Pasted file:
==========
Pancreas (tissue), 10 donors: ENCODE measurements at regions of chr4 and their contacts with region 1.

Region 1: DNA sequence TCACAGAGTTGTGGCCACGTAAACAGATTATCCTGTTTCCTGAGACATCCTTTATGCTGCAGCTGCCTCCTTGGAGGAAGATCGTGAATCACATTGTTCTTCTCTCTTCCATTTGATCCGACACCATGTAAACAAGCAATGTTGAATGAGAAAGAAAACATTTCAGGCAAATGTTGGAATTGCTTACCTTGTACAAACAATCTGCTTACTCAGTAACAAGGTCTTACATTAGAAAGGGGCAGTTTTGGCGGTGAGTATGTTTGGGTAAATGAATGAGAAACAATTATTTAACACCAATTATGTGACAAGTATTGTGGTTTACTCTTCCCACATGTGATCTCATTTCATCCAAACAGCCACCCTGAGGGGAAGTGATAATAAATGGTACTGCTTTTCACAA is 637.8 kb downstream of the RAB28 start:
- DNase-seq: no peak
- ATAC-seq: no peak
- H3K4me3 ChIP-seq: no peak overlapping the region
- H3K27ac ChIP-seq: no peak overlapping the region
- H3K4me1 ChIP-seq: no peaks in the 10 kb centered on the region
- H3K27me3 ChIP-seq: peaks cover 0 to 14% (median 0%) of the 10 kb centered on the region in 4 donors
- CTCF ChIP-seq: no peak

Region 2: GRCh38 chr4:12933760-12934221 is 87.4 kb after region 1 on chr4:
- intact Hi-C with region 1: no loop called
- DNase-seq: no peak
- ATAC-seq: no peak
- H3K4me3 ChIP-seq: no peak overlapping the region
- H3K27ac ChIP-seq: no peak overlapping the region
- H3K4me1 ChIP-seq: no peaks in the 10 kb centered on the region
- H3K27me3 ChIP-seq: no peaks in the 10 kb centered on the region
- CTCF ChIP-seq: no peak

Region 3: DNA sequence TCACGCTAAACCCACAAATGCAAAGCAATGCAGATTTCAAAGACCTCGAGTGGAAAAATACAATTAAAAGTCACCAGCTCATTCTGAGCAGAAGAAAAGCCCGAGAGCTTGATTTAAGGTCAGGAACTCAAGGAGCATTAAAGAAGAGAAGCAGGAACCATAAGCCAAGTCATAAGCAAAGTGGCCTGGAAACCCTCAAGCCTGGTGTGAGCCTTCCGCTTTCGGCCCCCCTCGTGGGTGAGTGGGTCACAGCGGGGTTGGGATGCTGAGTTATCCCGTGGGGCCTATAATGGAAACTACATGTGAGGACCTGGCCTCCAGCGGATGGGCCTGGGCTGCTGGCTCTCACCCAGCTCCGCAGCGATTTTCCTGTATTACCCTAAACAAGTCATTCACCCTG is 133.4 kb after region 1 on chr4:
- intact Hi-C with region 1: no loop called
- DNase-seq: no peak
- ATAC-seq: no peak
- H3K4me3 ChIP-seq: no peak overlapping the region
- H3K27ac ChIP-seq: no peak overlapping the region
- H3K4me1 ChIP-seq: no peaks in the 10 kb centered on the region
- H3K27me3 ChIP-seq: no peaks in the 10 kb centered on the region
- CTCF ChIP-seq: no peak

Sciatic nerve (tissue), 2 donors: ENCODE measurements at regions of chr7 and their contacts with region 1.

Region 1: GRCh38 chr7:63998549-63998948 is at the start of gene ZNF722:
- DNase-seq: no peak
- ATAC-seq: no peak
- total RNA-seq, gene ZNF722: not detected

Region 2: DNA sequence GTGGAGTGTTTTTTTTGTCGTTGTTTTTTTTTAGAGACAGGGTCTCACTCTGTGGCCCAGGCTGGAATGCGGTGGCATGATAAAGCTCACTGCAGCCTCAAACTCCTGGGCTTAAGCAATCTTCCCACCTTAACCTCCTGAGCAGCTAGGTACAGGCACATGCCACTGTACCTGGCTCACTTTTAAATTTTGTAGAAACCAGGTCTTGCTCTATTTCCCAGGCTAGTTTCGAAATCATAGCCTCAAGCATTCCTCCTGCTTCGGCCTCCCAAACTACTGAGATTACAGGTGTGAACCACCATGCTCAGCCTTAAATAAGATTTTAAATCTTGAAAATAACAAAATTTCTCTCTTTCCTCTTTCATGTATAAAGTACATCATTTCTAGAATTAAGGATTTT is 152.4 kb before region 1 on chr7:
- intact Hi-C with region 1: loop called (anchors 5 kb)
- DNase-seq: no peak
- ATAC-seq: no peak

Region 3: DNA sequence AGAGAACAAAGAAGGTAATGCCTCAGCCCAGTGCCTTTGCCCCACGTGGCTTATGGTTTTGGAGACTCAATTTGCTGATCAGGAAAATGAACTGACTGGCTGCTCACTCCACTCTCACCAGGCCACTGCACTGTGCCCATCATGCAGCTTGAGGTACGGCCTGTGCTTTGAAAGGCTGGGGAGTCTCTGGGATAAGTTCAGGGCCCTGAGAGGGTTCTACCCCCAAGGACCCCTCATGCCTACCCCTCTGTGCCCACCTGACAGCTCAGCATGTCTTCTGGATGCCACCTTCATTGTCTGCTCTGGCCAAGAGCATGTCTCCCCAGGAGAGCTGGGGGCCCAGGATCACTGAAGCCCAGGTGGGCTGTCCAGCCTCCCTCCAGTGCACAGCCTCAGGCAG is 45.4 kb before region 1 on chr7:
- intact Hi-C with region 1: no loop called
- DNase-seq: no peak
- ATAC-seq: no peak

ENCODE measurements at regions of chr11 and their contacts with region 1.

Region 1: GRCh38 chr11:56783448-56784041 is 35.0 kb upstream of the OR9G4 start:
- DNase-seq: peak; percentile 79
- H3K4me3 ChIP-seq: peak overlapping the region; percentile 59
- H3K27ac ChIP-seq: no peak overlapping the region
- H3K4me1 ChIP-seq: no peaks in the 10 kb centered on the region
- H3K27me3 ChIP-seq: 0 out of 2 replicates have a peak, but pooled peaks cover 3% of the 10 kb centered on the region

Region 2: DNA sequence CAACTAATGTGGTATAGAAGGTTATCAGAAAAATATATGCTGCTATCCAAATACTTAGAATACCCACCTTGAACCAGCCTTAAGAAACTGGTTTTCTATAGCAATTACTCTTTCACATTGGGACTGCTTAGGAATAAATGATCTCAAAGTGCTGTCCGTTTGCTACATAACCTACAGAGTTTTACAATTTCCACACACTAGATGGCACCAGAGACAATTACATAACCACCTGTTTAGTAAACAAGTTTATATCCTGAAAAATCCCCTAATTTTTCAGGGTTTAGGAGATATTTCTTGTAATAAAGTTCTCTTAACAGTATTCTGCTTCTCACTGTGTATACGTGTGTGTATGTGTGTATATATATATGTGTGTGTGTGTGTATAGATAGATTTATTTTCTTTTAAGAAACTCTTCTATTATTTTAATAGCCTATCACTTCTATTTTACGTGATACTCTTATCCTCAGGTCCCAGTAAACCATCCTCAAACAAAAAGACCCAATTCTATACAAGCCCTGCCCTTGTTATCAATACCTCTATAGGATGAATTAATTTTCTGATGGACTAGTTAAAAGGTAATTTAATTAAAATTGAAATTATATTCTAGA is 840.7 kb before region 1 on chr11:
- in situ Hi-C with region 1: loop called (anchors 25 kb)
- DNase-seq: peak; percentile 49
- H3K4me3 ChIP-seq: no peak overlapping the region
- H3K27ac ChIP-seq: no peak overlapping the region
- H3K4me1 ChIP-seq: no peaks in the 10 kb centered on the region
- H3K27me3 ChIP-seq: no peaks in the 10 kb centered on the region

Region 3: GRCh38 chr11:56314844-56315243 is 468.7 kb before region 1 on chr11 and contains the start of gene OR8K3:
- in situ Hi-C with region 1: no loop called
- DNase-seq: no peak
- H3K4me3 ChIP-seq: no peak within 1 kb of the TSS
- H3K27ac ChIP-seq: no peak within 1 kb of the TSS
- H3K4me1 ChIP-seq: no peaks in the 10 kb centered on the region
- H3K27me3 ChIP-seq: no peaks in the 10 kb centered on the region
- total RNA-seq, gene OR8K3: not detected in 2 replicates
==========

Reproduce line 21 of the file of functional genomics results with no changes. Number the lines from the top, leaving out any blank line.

- DNase-seq: no peak